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Old 10-01-2013, 03:11 PM
 
Location: NJ
414 posts, read 423,220 times
Reputation: 128
i first moved to portland in 2001 and i like it now more than it used to be, as was mentioned, it felt really insular and even more provincial, now with the influx of new people, i feel like its becoming more like a real city, more cosmopolitan, slowly, but surely
also seems more diverse now, hopefully that will continue and hopefully portland will have a stronger local economy and not jus the increased rents
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Old 10-01-2013, 04:40 PM
 
Location: Portland, Oregon
206 posts, read 196,985 times
Reputation: 289
Awesome is what it will be!
While city center gets more affluent, (read: AWESOME) The standard of living for educated people will rise, while the depressing (and gross!) Poor people will slowly disappear. YAY!! Ill be too busy buying nice things, applauding myself for being so socially concious, and sucking my own fart bubbles to notice. Who cares anyway? We have all these suburbs for poor people and minorities to live in, so they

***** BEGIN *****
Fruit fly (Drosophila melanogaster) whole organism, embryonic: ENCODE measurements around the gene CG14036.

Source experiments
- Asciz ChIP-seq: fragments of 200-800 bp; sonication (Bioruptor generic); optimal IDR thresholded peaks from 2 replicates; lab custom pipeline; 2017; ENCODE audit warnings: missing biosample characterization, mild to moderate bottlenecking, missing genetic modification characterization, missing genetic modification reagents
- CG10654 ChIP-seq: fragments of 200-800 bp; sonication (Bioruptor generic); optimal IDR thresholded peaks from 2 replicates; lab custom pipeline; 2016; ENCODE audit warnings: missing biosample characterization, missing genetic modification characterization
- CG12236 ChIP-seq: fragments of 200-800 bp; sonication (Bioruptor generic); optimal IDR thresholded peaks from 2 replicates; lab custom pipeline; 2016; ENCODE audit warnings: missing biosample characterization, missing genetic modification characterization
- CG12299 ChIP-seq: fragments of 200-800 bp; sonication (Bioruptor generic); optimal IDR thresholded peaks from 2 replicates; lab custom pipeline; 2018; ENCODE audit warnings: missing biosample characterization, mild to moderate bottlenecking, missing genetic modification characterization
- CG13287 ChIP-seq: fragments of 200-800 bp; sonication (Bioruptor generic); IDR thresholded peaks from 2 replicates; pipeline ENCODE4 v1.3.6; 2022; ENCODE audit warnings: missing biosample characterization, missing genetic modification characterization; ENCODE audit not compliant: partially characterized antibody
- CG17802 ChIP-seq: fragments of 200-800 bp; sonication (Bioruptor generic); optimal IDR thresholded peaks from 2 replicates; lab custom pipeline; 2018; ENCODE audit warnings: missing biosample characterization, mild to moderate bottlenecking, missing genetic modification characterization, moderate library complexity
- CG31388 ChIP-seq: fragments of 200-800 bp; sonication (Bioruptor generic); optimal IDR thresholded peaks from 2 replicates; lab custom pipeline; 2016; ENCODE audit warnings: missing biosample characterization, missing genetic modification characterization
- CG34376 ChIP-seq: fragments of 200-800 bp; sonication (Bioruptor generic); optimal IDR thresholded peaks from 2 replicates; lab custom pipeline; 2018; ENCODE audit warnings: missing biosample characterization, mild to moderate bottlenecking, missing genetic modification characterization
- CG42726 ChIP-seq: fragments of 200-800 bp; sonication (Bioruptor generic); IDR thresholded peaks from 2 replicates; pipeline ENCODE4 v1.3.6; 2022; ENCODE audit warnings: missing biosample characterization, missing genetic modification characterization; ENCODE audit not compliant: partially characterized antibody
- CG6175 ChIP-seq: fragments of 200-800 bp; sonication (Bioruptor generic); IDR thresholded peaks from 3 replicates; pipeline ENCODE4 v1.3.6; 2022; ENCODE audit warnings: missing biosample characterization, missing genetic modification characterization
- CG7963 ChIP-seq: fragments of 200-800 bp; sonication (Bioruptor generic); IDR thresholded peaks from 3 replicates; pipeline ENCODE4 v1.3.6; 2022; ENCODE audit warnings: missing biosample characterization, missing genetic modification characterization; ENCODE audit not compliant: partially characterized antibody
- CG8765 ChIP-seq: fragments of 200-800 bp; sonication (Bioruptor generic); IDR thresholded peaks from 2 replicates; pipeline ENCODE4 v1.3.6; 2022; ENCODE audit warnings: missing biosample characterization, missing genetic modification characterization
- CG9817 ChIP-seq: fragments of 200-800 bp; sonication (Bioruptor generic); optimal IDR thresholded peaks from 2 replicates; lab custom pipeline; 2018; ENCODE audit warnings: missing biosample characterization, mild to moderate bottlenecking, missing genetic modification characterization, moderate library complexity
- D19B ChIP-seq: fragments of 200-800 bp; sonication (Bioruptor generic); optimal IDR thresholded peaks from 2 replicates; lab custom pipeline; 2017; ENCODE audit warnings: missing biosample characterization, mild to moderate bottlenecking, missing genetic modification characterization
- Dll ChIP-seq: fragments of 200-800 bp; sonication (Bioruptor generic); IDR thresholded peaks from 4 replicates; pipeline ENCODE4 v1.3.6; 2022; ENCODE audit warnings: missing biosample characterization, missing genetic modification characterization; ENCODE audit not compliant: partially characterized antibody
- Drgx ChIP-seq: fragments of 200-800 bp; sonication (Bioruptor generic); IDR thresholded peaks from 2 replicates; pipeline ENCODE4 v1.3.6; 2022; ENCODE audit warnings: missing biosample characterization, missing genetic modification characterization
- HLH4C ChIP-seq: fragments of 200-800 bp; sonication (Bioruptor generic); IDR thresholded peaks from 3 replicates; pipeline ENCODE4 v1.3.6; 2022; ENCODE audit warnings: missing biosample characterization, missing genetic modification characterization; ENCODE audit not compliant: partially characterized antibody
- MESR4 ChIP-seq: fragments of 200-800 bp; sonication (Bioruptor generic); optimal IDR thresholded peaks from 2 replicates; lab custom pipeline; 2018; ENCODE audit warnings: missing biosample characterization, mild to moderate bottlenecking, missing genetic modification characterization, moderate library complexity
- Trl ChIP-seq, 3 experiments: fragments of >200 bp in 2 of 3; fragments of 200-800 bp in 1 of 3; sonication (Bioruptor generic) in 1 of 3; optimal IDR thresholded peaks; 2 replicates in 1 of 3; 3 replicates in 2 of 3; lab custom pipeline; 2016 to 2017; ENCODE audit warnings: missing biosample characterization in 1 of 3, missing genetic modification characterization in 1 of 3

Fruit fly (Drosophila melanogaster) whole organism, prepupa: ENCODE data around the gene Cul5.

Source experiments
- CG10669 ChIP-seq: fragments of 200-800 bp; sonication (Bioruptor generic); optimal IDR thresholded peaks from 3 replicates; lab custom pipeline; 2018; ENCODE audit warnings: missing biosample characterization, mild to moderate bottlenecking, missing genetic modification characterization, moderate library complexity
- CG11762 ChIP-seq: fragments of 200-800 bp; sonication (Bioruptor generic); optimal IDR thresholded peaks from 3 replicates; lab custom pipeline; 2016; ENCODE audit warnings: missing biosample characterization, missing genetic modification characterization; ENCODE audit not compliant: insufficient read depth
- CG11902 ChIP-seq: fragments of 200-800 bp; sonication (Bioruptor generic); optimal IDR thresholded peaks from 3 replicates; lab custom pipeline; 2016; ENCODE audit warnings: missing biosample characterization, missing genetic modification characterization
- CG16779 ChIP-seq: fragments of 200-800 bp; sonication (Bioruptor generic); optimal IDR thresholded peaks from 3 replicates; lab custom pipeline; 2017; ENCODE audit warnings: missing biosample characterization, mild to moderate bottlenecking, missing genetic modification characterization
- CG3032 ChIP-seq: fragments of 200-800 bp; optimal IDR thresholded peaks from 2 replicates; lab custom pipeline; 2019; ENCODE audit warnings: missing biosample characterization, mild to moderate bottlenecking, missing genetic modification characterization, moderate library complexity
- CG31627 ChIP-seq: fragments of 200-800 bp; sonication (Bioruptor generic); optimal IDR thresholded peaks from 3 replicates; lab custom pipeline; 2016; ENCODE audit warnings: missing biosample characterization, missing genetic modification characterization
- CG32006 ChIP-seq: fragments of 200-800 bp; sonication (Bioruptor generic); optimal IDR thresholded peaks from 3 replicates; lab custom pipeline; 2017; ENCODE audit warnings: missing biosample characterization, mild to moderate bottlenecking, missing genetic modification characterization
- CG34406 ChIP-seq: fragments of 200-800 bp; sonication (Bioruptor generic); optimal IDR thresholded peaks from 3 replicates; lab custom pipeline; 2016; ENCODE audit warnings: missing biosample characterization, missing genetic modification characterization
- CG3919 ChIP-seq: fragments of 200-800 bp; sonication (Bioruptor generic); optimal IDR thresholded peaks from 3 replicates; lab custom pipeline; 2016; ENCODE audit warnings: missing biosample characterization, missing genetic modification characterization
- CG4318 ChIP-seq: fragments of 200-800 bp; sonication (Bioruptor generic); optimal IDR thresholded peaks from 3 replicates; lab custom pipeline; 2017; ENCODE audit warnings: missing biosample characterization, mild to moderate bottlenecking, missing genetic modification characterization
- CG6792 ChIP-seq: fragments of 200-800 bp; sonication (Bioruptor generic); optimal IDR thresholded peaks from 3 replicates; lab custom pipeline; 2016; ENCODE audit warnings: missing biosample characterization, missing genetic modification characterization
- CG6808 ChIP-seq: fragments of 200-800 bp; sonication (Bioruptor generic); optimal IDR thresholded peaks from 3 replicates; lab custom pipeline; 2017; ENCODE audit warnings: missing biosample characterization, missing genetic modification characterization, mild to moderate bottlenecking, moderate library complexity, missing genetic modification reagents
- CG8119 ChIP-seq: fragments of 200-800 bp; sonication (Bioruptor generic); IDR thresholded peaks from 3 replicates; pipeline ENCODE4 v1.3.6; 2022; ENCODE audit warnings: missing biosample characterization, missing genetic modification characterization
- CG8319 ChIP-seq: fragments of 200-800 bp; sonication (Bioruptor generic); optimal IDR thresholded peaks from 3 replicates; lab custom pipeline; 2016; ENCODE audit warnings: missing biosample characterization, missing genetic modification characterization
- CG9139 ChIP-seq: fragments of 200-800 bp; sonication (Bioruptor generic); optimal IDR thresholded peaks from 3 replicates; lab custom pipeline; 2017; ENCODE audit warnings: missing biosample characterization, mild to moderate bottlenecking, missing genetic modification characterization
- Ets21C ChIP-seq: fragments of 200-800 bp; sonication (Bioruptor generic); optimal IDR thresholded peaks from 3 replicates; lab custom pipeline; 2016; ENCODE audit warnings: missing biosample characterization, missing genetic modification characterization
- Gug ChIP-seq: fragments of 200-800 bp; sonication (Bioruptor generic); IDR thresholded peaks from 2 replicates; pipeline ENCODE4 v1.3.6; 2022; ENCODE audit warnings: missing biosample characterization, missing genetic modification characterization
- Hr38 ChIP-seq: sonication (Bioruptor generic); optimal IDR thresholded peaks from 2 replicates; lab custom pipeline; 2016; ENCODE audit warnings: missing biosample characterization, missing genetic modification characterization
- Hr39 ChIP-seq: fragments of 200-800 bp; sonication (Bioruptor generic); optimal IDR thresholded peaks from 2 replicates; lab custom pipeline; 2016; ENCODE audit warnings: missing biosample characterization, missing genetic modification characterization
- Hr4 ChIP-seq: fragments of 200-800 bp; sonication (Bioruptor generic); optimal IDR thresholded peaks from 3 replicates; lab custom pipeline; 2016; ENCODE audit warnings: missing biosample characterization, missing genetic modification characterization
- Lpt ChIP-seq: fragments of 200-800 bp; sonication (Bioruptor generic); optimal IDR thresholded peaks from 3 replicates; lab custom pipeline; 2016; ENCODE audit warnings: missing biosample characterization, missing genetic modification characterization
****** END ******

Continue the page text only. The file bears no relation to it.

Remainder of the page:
should be more than happy to relocate.
They will be honored to patronize Local
businesses that pride themselves on
victorian elitism, discrimination and
nepotism. It will be fantastic! You can shop
at a carniceria without having to actually
see a Mexican. As Portland realizes it's ultimate goal of creating a white homeland, they can always look to Gresham and say "look, a black person!"